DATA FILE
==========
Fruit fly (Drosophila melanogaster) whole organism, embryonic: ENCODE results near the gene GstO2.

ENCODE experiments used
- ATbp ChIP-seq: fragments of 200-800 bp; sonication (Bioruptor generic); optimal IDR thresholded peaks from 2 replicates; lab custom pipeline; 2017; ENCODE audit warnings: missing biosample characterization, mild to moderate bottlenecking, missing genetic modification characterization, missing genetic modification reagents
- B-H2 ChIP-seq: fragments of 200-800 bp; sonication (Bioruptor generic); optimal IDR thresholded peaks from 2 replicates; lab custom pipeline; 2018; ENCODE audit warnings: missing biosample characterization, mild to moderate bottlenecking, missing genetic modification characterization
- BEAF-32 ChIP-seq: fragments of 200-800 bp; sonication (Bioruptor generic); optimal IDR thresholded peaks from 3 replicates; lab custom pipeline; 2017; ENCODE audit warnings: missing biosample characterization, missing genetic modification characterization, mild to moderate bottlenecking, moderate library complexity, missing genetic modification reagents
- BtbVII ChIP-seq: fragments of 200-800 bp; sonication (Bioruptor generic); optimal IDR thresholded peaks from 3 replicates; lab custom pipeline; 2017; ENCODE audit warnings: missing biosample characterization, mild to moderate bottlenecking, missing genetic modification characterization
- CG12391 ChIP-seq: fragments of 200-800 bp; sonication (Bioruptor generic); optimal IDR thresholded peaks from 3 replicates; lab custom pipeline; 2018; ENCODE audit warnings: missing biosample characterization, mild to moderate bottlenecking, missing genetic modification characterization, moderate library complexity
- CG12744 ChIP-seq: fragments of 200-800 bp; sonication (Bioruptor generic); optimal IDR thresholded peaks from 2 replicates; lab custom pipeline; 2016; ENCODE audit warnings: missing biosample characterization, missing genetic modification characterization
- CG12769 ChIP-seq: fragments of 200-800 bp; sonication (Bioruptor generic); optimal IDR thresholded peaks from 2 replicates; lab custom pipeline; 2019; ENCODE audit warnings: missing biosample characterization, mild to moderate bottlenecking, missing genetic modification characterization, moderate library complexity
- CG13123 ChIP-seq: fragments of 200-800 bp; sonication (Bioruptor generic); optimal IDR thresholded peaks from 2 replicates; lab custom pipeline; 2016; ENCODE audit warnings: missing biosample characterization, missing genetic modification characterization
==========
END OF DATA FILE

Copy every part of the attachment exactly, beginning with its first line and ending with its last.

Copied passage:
Fruit fly (Drosophila melanogaster) whole organism, embryonic: ENCODE results near the gene GstO2.

ENCODE experiments used
- ATbp ChIP-seq: fragments of 200-800 bp; sonication (Bioruptor generic); optimal IDR thresholded peaks from 2 replicates; lab custom pipeline; 2017; ENCODE audit warnings: missing biosample characterization, mild to moderate bottlenecking, missing genetic modification characterization, missing genetic modification reagents
- B-H2 ChIP-seq: fragments of 200-800 bp; sonication (Bioruptor generic); optimal IDR thresholded peaks from 2 replicates; lab custom pipeline; 2018; ENCODE audit warnings: missing biosample characterization, mild to moderate bottlenecking, missing genetic modification characterization
- BEAF-32 ChIP-seq: fragments of 200-800 bp; sonication (Bioruptor generic); optimal IDR thresholded peaks from 3 replicates; lab custom pipeline; 2017; ENCODE audit warnings: missing biosample characterization, missing genetic modification characterization, mild to moderate bottlenecking, moderate library complexity, missing genetic modification reagents
- BtbVII ChIP-seq: fragments of 200-800 bp; sonication (Bioruptor generic); optimal IDR thresholded peaks from 3 replicates; lab custom pipeline; 2017; ENCODE audit warnings: missing biosample characterization, mild to moderate bottlenecking, missing genetic modification characterization
- CG12391 ChIP-seq: fragments of 200-800 bp; sonication (Bioruptor generic); optimal IDR thresholded peaks from 3 replicates; lab custom pipeline; 2018; ENCODE audit warnings: missing biosample characterization, mild to moderate bottlenecking, missing genetic modification characterization, moderate library complexity
- CG12744 ChIP-seq: fragments of 200-800 bp; sonication (Bioruptor generic); optimal IDR thresholded peaks from 2 replicates; lab custom pipeline; 2016; ENCODE audit warnings: missing biosample characterization, missing genetic modification characterization
- CG12769 ChIP-seq: fragments of 200-800 bp; sonication (Bioruptor generic); optimal IDR thresholded peaks from 2 replicates; lab custom pipeline; 2019; ENCODE audit warnings: missing biosample characterization, mild to moderate bottlenecking, missing genetic modification characterization, moderate library complexity
- CG13123 ChIP-seq: fragments of 200-800 bp; sonication (Bioruptor generic); optimal IDR thresholded peaks from 2 replicates; lab custom pipeline; 2016; ENCODE audit warnings: missing biosample characterization, missing genetic modification characterization